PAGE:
Who or what has been moving these Death Valley boulders? Theories have persisted for quite some time: unknown inhabitants of the desert straddling California and Nevada; mischievous troglodytes from Middle Earth; aliens sending us cryptic, geologic messages; invisible demons; telepathic teenagers.
But now we know, and the mysterious forces at work are, unfortunately, rather mundane — the rocks are moved through a combination of rain, ice and wind. Oh well — time to focus on crop circles again!
From ars technica:
Mario is just a video game, and rocks don’t have legs. Both of these things are true. Yet, like the Mario ghosts that advance only when your back is turned, there are rocks that we know have been moving—even though no one has ever seen them do it.
The rocks in question occupy a spot called Racetrack Playa in Death Valley. Playas are desert mudflats that sometimes host shallow lakes when enough water is around. Racetrack Playa gets its name from long furrows extending from large rocks sitting on the playa bed—tracks that make it look as if the rocks had been dragged through the mud. The tracks of the various rocks run parallel to each other, sometimes suggesting that the rocks had made sharp turns in unison, like dehydrated synchronize swimmers.
Many potential explanations have been offered up (some going back to the 1940s) for this bizarre situation, as the rocks seem to only move occasionally and had never been caught in the act. One thing everyone could agree on was that it must occur when the playa is wet and the muddy bottom is slick. At first, suggestions revolved around especially strong winds. One geologist went as far as to bring out a propeller airplane to see how much wind it would take.
The other idea was that ice, which does occasionally form there, could be responsible. If the rocks were frozen into a sheet of ice, a little buoyancy might reduce the friction beneath them. And again, strong winds over the surface of the ice could drag the whole mess around, accounting for the synchronized nature of the tracks.
Over the years, a number of clever studies have attempted to test these possibilities. But to truly put the question to rest, the rocks were going to have to be observed while moving. A team led by Richard Norris and his engineer cousin James Norris set out to do just that. They set out 15 rocks with GPS loggers, a weather station, and some time-lapse cameras in 2011. Magnetic triggers were buried beneath the rocks so that the loggers would start recording when they began to move. And the Norrises waited.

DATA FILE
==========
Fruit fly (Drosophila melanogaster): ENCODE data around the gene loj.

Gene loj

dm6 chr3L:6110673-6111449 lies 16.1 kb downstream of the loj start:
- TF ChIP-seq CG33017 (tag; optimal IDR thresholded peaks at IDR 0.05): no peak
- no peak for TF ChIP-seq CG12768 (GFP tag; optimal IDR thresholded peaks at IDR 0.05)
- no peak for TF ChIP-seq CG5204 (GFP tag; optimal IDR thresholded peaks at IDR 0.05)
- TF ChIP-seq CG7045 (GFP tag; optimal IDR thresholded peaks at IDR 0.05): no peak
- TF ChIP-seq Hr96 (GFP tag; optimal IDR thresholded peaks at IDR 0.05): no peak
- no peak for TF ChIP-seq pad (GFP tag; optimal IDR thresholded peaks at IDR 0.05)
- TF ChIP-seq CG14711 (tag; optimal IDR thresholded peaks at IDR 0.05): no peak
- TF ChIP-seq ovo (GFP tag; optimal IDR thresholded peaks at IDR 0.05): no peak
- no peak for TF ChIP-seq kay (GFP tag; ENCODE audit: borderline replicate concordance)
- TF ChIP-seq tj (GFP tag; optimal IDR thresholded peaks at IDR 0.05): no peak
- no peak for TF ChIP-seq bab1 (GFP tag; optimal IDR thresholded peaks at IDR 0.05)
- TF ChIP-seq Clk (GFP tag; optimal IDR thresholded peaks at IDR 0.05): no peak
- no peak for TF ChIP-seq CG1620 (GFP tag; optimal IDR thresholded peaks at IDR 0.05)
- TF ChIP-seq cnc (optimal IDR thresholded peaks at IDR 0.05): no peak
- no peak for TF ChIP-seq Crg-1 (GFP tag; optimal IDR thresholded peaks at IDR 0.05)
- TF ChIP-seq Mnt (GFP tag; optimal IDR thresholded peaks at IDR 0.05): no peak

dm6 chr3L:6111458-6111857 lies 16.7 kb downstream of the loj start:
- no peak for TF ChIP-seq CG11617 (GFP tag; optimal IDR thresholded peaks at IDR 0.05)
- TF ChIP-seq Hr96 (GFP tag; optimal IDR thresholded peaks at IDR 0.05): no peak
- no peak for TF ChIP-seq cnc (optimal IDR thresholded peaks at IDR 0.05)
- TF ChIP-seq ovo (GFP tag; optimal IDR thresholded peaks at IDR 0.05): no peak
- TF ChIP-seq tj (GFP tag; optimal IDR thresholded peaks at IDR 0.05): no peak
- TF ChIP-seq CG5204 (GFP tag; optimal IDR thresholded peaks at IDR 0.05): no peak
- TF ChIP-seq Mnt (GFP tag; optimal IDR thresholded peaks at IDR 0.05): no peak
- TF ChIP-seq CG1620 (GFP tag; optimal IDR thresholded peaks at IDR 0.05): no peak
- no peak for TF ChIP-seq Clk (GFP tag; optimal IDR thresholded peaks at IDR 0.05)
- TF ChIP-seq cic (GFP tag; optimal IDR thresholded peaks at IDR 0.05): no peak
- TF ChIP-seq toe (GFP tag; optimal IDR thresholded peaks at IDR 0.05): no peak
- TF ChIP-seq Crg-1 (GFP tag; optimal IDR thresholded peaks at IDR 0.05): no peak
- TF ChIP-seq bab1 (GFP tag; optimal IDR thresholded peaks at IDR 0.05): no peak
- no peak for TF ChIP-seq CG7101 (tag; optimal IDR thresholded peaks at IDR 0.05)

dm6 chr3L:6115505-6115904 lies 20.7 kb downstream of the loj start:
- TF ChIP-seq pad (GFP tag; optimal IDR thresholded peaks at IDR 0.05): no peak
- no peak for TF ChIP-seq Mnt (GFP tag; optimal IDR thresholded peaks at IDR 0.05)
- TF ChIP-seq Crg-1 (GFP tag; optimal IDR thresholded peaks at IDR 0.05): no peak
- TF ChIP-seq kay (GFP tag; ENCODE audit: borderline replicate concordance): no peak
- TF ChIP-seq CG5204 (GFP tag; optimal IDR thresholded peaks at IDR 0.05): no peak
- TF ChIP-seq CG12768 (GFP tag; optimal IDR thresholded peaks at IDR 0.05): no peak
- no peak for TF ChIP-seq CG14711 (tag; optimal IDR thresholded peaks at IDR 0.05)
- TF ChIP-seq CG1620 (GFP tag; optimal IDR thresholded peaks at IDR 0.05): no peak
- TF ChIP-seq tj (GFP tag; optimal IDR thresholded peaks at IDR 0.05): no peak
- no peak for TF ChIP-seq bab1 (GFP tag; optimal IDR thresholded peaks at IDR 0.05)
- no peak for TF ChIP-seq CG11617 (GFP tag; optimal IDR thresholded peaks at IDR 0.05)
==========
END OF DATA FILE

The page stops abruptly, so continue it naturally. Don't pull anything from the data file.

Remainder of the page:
They got what they were after last winter. A little rain and snow provided enough water to fill the lake to a depth of a few centimeters. At night, temperatures were low enough for ice to form. On a few sunny days, the rocks stirred.
By noon, the thin sheet of ice—just a few millimeters thick—would start breaking up. Light wind pushed the ice, and the water in the lake, to the northeast. The rocks, which weren’t frozen into the thin ice, went along for the ride. On one occasion, two rocks were recorded traveling 65 meters over 16 minutes, with a peak rate of 5 to 6 meters per minute.
These movements were detectable in the time-lapse images, but you might not actually notice it if you were standing there. The researchers note that the tracks carved in the mud aren’t immediately apparent due to the muddy water.
The total distances traveled by the instrumented rocks between November and February ranged from 15 to 225 meters. While all moving rocks travel in the direction of the prevailing wind, they didn’t all move together—motion depended on the way the ice broke up and the depth of the water around each rock.
While the proposed explanations weren’t far off, the thinness of the ice and the minimal wind speed that were needed were both surprises. There was no ice buoyancy lifting the rocks. They were just being pushed by loose sheets of thin ice that were themselves being pushed by wind and water.
In the end, there’s nothing extraordinary about the motion of these rocks, but the necessary conditions are rare enough that the results still shock us. Similar tracks have been found in a few playas elsewhere around the world, though, and ice-pushed rocks also leave marks in the shallows of Canada’s Great Slave Lake. There’s no need to worry about the rocks at Racetrack Playa coming to life and opening secretly ferocious jaws when you look away.
Read the entire story here.
Image: Rocks at Racetrack Playa, Death Valley. Courtesy of Arno Gourdol. Some Rights Reserved.